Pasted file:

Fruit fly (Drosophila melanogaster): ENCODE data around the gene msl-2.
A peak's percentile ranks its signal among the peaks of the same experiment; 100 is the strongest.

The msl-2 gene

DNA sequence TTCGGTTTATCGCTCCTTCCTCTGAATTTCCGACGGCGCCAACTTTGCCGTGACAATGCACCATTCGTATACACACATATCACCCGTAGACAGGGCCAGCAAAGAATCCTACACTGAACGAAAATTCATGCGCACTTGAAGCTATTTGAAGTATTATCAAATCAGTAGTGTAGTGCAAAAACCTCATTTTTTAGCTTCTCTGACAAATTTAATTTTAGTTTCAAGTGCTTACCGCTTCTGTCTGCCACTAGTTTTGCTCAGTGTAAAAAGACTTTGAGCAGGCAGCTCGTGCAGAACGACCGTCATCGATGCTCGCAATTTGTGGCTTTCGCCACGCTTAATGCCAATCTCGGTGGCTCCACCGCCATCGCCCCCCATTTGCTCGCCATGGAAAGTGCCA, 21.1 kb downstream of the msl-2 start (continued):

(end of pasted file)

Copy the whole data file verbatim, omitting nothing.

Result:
Fruit fly (Drosophila melanogaster): ENCODE data around the gene msl-2.
A peak's percentile ranks its signal among the peaks of the same experiment; 100 is the strongest.

The msl-2 gene

DNA sequence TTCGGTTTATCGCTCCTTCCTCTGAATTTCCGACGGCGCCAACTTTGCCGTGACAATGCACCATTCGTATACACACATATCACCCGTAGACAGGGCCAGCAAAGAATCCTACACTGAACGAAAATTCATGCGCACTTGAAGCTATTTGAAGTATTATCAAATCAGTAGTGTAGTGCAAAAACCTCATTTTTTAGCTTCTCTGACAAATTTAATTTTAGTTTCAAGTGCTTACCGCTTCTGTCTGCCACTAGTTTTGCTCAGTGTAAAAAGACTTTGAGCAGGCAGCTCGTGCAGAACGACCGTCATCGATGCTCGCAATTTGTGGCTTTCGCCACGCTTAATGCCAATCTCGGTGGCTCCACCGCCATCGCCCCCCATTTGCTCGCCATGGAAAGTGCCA, 21.1 kb downstream of the msl-2 start (continued):